Thursday March 18, 2021
Desert locust swarms continue to decline in Kenya and Ethiopia thanks to ongoing control operations and no breeding, according to a report by Locust watch.
File photo: Saturday, Feb. 1, 2020, a group of desert locusts mate on the ground in Nasuulu Conservancy, northern Kenya. (AP Photo/Ben Curtis).
The absence of rainfall has caused the swarms to remain immature and are awaiting the start of the rains to mature and breed. However, showers being currently experienced could initiate breeding.
In Kenya, a few small immature swarms were seen in the past few days between Mt. Kenya and the Rift Valley in Nyandarua, Nakuru and Baringo counties.
In Ethiopia, immature swarms persist in the Ahmar Mountains east of the Rift Valley in Oromia (Bale, Borema, Arsi) between Awasa and Harar, but appear to be declining in southern SNNP (South Omo, Konso).
newsinsdeIn Somalia, late instar hopper bands are present in the northwest (Somaliland) and the northeast (Puntland) where a limited number of immature swarms continue to form. Other areas in the northeast are likely to contain locusts but cannot be accessed.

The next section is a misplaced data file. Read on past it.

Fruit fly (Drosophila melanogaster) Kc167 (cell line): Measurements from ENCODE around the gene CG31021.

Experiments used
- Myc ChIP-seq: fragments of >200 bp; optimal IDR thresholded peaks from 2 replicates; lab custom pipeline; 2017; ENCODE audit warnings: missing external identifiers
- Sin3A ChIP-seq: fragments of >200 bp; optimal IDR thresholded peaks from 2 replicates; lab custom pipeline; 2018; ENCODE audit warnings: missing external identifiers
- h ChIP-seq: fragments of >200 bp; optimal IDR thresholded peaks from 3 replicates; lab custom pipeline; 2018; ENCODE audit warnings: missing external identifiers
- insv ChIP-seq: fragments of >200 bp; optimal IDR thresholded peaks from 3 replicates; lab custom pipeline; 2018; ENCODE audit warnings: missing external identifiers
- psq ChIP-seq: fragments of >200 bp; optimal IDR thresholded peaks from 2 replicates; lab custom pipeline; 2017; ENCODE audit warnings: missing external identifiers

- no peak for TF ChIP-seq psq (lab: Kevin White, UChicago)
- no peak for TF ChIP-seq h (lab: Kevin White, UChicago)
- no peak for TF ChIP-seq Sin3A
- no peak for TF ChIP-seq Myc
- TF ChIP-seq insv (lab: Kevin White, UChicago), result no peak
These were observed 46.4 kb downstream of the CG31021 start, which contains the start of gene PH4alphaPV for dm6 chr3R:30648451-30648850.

There is cautious optimism of signs that the current upsurge is winding down in the Horn of Africa, especially if poor rains limit breeding, followed by equally poor rains during the summer in northeast Ethiopia. However, it will be essential to sustain current survey and control operations in Ethiopia, Kenya and Somalia, and maintain vigilance in case there is any unusual rainfall.
In Sudan, limited breeding continues along the Red Sea coast near Tokar Delta where control operations are in progress against a few hopper bands and groups of hoppers and adults. In Eritrea, a few hopper groups are present on the central coast near Massawa.